The right's commitment to in-egalitarian principles lead them to conclude that it must be mostly due to nature. Only if we believe that, they suppose, can we justify the claim that doing anything to improve the lot of the hoi polloi is a waste of time.

So why do I claim that both sides have got the whole thing rather arse-about-face?

Let us conduct another couple of thought experiments:

First let us first suppose that we have the most extreme case possible of the left-wing belief about the way the world is. Everyone in our imaginary society is a genetic clone with an exactly equal genetic endowment of academic potential and any differences in ultimate achievement will be entirely due to how we nurture the individuals concerned. How would we then structure our education system? We'd have to choose individuals completely arbitrarily from the pool and train some of them up to be clever enough to be surgeons or rocket scientists or whatever; and - at the other end - some of them to be just clever enough to tie their own shoe-laces etc so that they could perform jobs requiring very little intelligence - like the job of Education Secretary I suppose.

But isn't this more or less what right-wing education policy has always been (and what the likes of Michael Gove and Dominic Cummings seem to want to go fully back to): a system where people are picked arbitrarily from the pool on the basis of social class [2] (rather than innate ability) and given the training they require to fulfill their allotted station in life?

Now, instead of s society of genetic clones, let us imagine a society where everyone is born with different potentials. No matter how well I had been nurtured, I could never have become a Premiere League cricket player or someone who can cope with dates and times or remembering where I put my car keys; and the likes of Michael Gove could, no matter how well he had been nurtured, never have understood averages or become a professor of thermodynamics.

...a bit like the world Dominic Cummings and other right-wingers (probably largely correctly) believe we do inhabit.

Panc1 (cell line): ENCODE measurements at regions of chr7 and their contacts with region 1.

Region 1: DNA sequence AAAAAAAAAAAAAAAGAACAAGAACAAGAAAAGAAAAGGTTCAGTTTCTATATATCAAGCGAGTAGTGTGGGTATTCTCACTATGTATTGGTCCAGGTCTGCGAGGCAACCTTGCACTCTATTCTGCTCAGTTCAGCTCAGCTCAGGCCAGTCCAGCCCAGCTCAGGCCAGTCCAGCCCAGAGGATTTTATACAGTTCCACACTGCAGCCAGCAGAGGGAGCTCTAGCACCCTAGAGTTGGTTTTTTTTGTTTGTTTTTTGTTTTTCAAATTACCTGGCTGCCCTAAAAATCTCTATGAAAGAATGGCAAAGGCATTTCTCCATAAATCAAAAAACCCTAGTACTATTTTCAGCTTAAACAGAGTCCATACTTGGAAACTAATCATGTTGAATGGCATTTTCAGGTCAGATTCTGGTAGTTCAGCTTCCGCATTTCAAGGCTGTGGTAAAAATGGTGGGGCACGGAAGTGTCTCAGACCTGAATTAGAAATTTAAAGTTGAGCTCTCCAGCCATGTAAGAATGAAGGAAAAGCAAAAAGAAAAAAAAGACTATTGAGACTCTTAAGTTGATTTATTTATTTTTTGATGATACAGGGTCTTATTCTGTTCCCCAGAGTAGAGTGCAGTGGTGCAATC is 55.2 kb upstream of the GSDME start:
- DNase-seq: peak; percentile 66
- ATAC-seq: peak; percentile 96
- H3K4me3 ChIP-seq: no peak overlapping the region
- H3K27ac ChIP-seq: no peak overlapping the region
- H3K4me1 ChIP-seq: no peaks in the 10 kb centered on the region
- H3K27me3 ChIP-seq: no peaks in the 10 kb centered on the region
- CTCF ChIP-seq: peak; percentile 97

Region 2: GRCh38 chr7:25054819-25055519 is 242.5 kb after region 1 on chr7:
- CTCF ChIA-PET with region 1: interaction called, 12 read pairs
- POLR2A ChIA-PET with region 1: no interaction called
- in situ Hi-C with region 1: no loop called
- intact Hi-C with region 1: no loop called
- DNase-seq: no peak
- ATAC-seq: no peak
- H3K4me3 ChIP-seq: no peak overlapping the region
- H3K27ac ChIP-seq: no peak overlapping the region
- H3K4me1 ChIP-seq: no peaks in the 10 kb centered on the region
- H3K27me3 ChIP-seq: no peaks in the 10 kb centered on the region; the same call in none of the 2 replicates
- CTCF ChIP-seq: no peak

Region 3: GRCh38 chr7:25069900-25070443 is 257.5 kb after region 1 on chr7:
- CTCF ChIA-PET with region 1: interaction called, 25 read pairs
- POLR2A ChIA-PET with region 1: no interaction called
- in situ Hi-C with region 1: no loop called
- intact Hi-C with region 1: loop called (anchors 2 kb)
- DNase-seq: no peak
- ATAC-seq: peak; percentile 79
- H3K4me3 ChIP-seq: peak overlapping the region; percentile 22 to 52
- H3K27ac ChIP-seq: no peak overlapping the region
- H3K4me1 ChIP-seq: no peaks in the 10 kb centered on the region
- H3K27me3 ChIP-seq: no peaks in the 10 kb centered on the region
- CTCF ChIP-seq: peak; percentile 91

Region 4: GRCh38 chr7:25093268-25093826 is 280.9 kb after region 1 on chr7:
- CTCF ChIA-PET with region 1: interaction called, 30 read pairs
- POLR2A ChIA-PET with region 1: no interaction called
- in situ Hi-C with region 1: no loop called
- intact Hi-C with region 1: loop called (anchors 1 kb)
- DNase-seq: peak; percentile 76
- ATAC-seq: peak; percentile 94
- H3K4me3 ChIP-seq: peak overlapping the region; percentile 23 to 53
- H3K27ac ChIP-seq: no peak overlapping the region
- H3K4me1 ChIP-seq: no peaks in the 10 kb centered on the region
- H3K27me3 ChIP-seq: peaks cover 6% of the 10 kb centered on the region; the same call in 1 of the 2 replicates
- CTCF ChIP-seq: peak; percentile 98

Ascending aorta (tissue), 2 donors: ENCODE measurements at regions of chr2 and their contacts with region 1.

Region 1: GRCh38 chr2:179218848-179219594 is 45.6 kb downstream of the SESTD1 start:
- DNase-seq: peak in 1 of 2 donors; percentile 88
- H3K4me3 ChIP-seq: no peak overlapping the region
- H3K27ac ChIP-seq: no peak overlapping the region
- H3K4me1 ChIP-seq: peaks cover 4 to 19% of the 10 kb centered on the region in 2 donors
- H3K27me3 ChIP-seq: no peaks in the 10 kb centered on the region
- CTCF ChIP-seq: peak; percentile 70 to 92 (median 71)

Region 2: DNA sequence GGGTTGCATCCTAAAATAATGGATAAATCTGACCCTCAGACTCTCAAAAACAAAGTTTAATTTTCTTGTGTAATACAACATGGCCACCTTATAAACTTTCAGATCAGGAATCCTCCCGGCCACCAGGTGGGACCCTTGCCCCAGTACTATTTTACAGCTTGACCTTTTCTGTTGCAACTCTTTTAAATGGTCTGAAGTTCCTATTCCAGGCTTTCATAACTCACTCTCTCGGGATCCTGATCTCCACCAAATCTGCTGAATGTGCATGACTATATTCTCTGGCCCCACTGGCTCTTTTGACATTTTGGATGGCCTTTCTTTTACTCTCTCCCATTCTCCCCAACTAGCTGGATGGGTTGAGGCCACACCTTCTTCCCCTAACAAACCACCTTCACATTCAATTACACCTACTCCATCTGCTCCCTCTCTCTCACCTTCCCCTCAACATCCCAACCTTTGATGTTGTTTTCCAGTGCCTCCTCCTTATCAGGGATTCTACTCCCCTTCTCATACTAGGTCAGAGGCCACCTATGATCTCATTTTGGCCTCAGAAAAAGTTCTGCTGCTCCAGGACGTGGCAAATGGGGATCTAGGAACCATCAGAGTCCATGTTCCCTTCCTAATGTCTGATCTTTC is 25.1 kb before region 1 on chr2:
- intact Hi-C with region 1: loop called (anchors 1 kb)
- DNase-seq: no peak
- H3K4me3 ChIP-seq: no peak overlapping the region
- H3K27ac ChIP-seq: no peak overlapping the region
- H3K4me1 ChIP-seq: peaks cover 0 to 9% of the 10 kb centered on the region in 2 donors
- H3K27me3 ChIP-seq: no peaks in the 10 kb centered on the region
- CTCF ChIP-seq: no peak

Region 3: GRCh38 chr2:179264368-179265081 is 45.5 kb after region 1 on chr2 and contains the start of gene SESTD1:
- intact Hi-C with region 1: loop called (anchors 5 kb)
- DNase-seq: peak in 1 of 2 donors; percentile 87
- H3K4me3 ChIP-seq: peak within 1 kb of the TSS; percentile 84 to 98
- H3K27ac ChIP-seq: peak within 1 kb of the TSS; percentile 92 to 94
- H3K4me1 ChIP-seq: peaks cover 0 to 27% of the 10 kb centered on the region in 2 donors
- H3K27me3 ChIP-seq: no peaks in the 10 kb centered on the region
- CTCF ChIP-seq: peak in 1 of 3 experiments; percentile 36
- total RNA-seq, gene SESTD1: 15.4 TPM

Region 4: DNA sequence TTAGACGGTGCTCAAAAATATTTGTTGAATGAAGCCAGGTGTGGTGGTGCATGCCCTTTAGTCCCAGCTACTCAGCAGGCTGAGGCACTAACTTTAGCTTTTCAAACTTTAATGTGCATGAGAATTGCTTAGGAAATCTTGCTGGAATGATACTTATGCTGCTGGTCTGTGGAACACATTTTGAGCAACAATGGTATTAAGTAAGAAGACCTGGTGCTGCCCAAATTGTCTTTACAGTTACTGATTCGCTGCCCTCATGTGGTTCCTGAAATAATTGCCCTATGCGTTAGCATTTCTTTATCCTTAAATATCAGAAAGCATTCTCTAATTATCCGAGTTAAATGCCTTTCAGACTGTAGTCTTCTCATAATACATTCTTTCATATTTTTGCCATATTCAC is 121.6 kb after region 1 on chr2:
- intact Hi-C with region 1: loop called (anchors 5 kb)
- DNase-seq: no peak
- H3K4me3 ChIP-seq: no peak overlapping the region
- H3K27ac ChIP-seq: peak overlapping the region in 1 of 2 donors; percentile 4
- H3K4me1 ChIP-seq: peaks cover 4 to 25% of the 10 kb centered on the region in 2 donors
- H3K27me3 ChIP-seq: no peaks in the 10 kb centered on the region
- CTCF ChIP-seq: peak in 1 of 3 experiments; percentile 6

In this world, it no longer makes sense to choose people arbitrarily from the pool and nurture (only) them. The only policy that makes sense is to nurture everybody so that each person achieves the best he or she is capable of and those who come out on top represent those who started out with the best genes rather than those who were fortunate enough to be given an education.

...rather like the sort of education system left-wingers tend to argue for in fact.

Okay, I've over-simplified here and rather caricatured the various political positions, but I hope I have also successfully made a serious point: the thinking about nature and nurture, on both left and right, is terribly confused.

[1] It seems he was not (ref) - thanks @OdysseanProject for the link. Whether or not Dominic Cummings share's this confusion, however, it is a form of confusion which is widespread (on both sides) and that, rather than criticizing Cummings, was the main thrust of this post.

[2] Of course they have, from time to time, also helped a few lucky less-well-off individuals over the years who were selected on the basis of ability rather than "breeding" (not least the British Humanist Association's splendid Chief Executive, Andrew Copson @andrewcopson, who wrote recently about his assisted place at an independent school and thereby set off a train of thought in my head which - after reading the Cummings story - turned into this blog post). Such considerations do not detract from my main point however - not least because the selection of such talented individuals is also arbitrary (many perfectly worthy poor kids don't get picked).